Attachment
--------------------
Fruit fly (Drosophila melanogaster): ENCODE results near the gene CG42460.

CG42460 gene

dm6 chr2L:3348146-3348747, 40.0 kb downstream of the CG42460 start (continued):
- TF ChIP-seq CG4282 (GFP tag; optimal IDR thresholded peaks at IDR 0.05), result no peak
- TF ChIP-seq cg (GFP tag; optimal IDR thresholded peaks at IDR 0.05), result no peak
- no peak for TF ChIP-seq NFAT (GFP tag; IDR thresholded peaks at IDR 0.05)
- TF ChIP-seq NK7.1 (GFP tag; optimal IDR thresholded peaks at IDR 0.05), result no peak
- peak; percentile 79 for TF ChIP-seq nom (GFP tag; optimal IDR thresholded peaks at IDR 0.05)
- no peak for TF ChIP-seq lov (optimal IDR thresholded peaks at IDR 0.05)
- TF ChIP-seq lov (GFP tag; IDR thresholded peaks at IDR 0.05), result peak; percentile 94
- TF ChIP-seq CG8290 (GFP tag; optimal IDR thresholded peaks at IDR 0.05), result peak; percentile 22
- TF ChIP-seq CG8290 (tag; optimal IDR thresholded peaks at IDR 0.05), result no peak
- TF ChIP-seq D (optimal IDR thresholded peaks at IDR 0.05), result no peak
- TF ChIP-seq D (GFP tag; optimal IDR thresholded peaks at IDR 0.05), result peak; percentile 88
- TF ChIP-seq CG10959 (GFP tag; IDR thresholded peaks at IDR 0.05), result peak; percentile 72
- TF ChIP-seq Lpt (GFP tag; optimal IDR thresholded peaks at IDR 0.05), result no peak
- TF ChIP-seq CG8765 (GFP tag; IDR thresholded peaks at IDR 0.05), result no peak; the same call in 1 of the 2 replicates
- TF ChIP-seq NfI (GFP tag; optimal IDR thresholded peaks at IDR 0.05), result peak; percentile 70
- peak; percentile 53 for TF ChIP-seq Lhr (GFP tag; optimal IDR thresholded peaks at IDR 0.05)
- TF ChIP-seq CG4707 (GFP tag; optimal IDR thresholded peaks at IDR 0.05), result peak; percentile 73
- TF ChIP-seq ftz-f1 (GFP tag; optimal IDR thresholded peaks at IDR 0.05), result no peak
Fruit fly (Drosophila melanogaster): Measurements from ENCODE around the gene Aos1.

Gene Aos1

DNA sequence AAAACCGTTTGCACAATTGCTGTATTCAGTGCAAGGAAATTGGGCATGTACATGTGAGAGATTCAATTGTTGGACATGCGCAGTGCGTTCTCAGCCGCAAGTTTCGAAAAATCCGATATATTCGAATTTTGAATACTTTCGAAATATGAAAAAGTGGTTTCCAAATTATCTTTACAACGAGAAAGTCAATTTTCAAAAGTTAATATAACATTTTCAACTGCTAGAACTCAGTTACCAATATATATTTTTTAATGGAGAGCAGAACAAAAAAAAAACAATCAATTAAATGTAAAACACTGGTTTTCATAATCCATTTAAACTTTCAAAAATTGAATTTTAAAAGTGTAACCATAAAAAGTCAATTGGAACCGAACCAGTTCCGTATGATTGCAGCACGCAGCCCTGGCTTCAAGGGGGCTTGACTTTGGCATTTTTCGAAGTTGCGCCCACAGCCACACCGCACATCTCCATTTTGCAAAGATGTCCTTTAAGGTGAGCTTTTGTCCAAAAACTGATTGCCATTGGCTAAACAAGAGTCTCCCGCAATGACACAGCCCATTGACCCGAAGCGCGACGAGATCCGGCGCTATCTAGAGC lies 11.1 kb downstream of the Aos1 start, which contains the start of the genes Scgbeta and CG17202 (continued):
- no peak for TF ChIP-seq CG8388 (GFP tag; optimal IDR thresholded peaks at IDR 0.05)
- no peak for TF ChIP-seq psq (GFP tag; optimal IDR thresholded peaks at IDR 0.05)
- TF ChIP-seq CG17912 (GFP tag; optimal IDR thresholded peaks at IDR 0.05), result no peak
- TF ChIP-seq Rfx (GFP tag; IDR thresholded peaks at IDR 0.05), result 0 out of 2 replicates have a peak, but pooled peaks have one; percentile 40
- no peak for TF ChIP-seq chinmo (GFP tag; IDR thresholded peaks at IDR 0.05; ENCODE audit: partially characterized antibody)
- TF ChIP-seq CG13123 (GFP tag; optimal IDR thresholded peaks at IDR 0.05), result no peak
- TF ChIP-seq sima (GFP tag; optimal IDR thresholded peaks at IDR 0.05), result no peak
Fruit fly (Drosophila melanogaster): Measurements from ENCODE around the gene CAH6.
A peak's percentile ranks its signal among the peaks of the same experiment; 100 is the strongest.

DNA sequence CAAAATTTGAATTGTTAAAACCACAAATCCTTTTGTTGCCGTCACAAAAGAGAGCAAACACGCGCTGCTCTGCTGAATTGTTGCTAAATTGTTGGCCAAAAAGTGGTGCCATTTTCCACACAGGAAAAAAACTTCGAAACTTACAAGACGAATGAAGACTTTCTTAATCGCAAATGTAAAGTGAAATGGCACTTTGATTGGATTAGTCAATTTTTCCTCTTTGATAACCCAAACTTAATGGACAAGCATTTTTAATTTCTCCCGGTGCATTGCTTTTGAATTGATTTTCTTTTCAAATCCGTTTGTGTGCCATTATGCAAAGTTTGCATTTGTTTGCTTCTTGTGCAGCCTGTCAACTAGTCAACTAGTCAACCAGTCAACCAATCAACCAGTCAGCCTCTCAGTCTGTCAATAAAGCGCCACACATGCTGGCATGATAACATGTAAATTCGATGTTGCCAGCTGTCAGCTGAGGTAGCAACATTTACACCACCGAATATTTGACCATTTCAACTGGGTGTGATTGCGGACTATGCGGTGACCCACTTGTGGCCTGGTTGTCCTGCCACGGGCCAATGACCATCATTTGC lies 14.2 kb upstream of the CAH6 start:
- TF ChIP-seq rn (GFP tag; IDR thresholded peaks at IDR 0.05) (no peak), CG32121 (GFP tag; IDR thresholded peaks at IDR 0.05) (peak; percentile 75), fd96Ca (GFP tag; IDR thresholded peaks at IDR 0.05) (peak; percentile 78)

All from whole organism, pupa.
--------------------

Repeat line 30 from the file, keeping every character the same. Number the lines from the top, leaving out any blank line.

- TF ChIP-seq CG13123 (GFP tag; optimal IDR thresholded peaks at IDR 0.05), result no peak